Monthly Archives: April 2016

Good or Bad Capital Allocation: Example SAP SE (ISIN DE0007164600)

In my previous post on capital allocation, I had mentioned SAP as a company which might have overpaid for an acquisition. A reader commented that SAP is a good capital allocator because they increased EPS over the last 10 years.

Increasing EPS itself in my opinion is not a “proof” for good capital allocation. Actually, this itself says nothing at all. If you have a stable business, just retaining earnings and doing nothing will increase EPS as long as interest rates are positive. Good capital allocation is when you create value from retained profits.

The best way to find out if value is created is to look at how returns on equity and return on capital develop over time.

Let’s take a look at SAP over the past 17 years with some per share numbers:

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Deutsche Pfandbriefbank (ISIN DE0008019001) update

In July last year I introduced Pfandbriefbank as a “forced IPO” special situation. That’s what I wrote at the end of the post:

As I have said in the beginning, PBB is a simple case: I do think that the “forced IPO” of PBB from the German Government has created a typical special situation with good upside potential. This is clearly no “shooting out the lights” grand slam home run. In golf terms I would say that this is a “solid 6 or 7 iron” shot.

Looking at the perfomance of the stock since then, it looks like in Golf language that my “solid 6 or 7 iron” nevertheless “landed in the rough” with the stock being down -23% vs. -9% in the CDAX.

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Capital Allocation & Capital Management – What is good and what is bad

Everyone who has read Thorndikes book “The Outsiders” clearly knows that capital allocation& capital management is one of the most important factors in creating long term shareholder value. After I watched Thorndike give a briliant talk at Google on this topic, I decided to write down my own thoughts on the topic.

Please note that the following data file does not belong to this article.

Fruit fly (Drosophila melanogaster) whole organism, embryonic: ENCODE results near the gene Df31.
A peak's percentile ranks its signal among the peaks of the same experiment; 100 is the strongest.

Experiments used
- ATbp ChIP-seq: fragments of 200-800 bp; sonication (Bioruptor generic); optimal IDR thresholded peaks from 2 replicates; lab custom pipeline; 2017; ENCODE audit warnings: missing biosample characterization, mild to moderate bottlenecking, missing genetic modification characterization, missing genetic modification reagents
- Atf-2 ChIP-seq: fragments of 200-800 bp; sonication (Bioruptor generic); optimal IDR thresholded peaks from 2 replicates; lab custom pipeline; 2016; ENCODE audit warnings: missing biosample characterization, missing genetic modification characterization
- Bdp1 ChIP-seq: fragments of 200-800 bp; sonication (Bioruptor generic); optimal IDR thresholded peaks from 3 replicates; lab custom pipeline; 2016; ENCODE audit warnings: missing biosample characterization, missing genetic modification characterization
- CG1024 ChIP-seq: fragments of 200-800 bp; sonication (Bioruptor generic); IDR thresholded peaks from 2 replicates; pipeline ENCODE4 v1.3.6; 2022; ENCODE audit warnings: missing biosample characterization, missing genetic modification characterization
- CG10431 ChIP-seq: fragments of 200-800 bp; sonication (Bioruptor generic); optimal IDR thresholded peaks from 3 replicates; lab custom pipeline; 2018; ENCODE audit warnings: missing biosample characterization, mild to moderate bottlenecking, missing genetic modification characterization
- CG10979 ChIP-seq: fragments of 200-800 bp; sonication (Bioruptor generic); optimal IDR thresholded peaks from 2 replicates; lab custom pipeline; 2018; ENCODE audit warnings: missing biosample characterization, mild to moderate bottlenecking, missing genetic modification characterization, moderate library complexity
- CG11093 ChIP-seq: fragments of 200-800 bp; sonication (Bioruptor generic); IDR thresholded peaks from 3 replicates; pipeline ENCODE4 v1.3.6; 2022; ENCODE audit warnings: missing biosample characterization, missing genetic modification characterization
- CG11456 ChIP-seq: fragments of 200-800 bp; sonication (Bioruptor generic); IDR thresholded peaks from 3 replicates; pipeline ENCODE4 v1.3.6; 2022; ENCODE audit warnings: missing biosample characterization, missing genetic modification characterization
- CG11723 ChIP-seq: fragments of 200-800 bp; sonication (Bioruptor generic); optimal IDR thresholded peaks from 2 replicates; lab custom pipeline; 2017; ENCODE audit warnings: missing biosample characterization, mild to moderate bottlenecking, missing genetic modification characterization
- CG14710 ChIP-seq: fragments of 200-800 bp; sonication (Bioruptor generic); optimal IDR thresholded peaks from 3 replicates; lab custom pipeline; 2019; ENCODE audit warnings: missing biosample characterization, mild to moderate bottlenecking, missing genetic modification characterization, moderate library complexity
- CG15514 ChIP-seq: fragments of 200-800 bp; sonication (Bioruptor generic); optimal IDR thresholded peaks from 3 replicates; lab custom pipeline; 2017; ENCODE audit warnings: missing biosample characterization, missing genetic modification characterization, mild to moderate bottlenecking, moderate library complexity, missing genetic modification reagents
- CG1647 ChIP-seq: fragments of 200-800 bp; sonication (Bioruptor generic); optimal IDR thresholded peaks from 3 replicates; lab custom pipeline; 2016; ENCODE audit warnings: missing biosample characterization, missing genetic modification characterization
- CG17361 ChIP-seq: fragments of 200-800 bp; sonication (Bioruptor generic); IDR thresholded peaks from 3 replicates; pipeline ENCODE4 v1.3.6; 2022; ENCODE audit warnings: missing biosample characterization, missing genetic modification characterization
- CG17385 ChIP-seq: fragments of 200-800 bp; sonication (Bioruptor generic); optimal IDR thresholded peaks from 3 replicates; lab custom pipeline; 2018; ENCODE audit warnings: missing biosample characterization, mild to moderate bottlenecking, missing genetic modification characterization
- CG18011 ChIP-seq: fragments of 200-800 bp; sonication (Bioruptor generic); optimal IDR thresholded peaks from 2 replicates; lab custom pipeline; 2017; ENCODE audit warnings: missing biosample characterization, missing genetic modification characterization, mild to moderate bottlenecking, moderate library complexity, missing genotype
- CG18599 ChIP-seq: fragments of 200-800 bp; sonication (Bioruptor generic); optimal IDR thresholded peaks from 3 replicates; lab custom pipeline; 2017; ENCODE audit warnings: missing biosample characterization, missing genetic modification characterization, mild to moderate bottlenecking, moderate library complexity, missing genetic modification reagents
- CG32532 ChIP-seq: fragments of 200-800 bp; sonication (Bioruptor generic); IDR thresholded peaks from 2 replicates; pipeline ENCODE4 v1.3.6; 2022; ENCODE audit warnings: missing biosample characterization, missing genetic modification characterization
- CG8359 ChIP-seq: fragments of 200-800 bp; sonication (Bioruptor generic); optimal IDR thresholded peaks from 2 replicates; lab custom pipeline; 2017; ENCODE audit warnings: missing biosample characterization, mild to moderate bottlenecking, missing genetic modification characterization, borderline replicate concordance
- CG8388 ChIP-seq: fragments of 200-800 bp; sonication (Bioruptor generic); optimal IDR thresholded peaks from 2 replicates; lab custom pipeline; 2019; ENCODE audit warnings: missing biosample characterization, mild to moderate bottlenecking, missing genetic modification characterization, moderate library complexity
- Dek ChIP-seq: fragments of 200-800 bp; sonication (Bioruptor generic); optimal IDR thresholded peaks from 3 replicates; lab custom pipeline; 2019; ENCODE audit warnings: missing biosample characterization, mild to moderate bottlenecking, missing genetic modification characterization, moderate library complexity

What is CAPITAL ALLOCATION & CAPITAL MANAGEMENT anyway ?

CAPITAL ALLOCATION is simply what you do with your profits/cash inflows once they are in your account. You can do a lot of things with it. Thorndike in the talk above uses 5 uses, I would add another 2 (in bold)

1. Reinvest: Maintain your existing assets/infrastructure/operations
2. Grow organically: Expand your business by buying more machines/outlets/opening stores etc.
3. Expand your business by M&A
4. Pay back liabilities (debt, payables, pension liabilities etc.)
5. pay dividends
6. buy back shares
7. just leave the cash on your account and wait for better opportunities

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Some links

Tough year: Leucadia’s 2015 shareholder letter

Though year, too: Loews 2015 shareholder letter and  annual report

Kerrisdale Q4 letter with a snapshot of insurance broker Brown & Brown

Great Ted interview with Linus Torvald (creator of Linux)

Former coal giant Peanody filed for bancruptcy protection

Swiss watch makers are still waiting for a recovery

A quick look into the complicated Energy Transfer /Williams NatGas pipeline merger 

 

Kinder morgan (KMI): Asymmetric upside potential

So let’s move on from focusing on the bad things and look at the the things that I like at Kinder Morgan. While I was writing this post, I found a very good blog post from Glenn Chan from 2 years ago which I can only recommend and includes a lot of interesting points about Kinder Morgan.

The Management:

Rich Kinder, age 71 owns 11% of the company and was famous for paying himself only 1 USD salary during his time as CEO.

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Kinder Morgan (KMI): Slow moving train wreck or Contrarian opportunity ?

In late 2014 I started looking into oil related companies. I have looked at a couple of energy related companies like explorer Peyto, LNG liquification terminal Cheniere , Consol Energy and Gaztransport. I only bought Gaztransport which I then sold 6 weeks later. As I am still interested in the Energy sector, I will cover some stocks from time to time.

Kinder Morgan, the US pipeline owner/operator looks like another typical potential contrarian “Value investment”.

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What I liked at first sight: Read more

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